GREEN BAY, Wis. -- Brett Favre's reinstatement to the NFL
was still on hold Saturday as the three-time MVP mulled getting paid
not to play through a marketing deal with the Green Bay Packers
that could resolve the standoff over his retirement.
The potential agreement, worth a reported $25 million over 10
years, might end Favre's bid to return just months after retiring.
It also would likely keep him from reporting to Packers training
camp and a team that is not planning to start him at quarterback
for the first time since 1992.
But there were indications that Favre was wavering on the offer.
A source close to the negotiations told ESPN's Ed Werder on Saturday that Favre has developed misgivings about the proposed deal because it fails to accomplish his primary objective in deciding to unretire -- namely, it would not put him back on the football field.
After talking to Packers president Mark Murphy about the non-playing
marketing deal Wednesday, Favre confirmed to Werder that he was actively weighing it.
Packers coach Mike McCarthy made it clear Friday that, from the
team's perspective, the agreement would be more than a buyout to
make an awkward situation go away.
McCarthy said the potential contract could benefit Favre and the team. More importantly, it also could resolve their standoff over Favre's retirement. The deal has apparently been in the works
for months. McCarthy first heard about it at Favre's retirement news
conference in March.
"Brett needs to stay a part of football," McCarthy said after practice in Green Bay on Friday morning. "Obviously, he's a part of the Green Bay Packers. This is really something that's been out there all along."
Meanwhile, NFL commissioner Roger Goodell sat on Favre's
reinstatement letter for the fourth straight day, giving the two
sides more time to resolve the situation.
"The commissioner will take no action today on Brett Favre's
reinstatement request. Discussions are continuing between the
Packers and Brett," league officials said in a statement issued by
NFL spokesman Greg Aiello.
Despite Favre's tearful farewell to football, he now is
considering a comeback.
The problem is that Green Bay hasn't been eager to bring him
back, with Aaron Rodgers taking over the starter's role. The
Packers also don't want to release Favre, suspecting he would
immediately sign with division rival Minnesota.
The Packers hold Favre's rights until his current contract
expires after the 2010 season.
Tensions have built between Favre and the team over the past
several weeks. Earlier this week, Favre sent a letter to Goodell requesting to be reinstated from the team's reserve/retired list.
But Goodell has held off approving the request, hoping the two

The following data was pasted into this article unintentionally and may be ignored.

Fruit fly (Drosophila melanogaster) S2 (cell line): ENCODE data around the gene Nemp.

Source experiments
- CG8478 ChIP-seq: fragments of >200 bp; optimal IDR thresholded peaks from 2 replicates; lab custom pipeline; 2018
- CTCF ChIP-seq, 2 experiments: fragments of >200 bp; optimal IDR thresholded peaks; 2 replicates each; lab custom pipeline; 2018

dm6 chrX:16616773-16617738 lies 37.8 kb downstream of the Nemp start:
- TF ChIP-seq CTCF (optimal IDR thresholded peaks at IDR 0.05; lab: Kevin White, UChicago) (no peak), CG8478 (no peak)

sides could resolve their differences. Murphy flew to Mississippi
to meet with Favre and his agent, James "Bus" Cook, on Wednesday.
That meeting apparently rekindled talks about the marketing
Favre said in a text message to Werder Thursday
night that the marketing deal might be the best idea.
"There isn't a perfect solution to this, but [Packers president] Mark Murphy is at least trying," Favre told ESPN. "We know what they want and where I stand. His solution, although awkward and unsettling for most, may be the best in the end.''
Packers linebacker A.J. Hawk chuckled at the thought of being
paid $20 million not to play.
"You could hand me a billion dollars, and I'm still going to be
on the field," Hawk said. "It doesn't matter to me. But everyone
has different situations, has different views on money. Money is
not more important than football to me right now."
But if the deal can't be worked out, Favre still could be
reinstated and report to camp, presumably forcing the team to trade
him or reconsider releasing him.
Cook told The Associated Press Thursday that Favre understands
he would be walking into a media frenzy by showing up for camp, but
he's willing to handle that it if that's the only way he can force
his way back into football.
"He's prepared to deal with it," Cook said. "He's ready to go
back, but he can't go back until the commissioner reinstates him.
McCarthy has said the team has a plan in place should Favre
report to camp. He'd have to pass a physical exam and a
conditioning test, then likely would be limited to individual
drills at first.
"He's not a part of our 80-man roster right now," McCarthy
said. "And if or when he is, we'll deal with that then. And I
think our team has done a great job of just staying focused."
The Packers did not practice yesterday, but players did hear
from a guest lecturer: former White House press secretary Ari
Fleischer's lecture on media relations was scheduled before the
latest Favre controversy, but McCarthy said he took advantage of
the opportunity to pick Fleischer's brain on how he might handle
the team's current predicament.
McCarthy said Fleischer was "very encouraging" about the
"As popular or unpopular as it is, for as tough or as difficult
as it is, I think the organization has stood strong," McCarthy
said. "They're decisive, and they're continuing to work through
this. Everyone wants this resolved, don't get me wrong. No one
thought it would get to this point, but this is where we are."
ESPN NFL reporter Ed Werder and The Associated Press contributed to this report.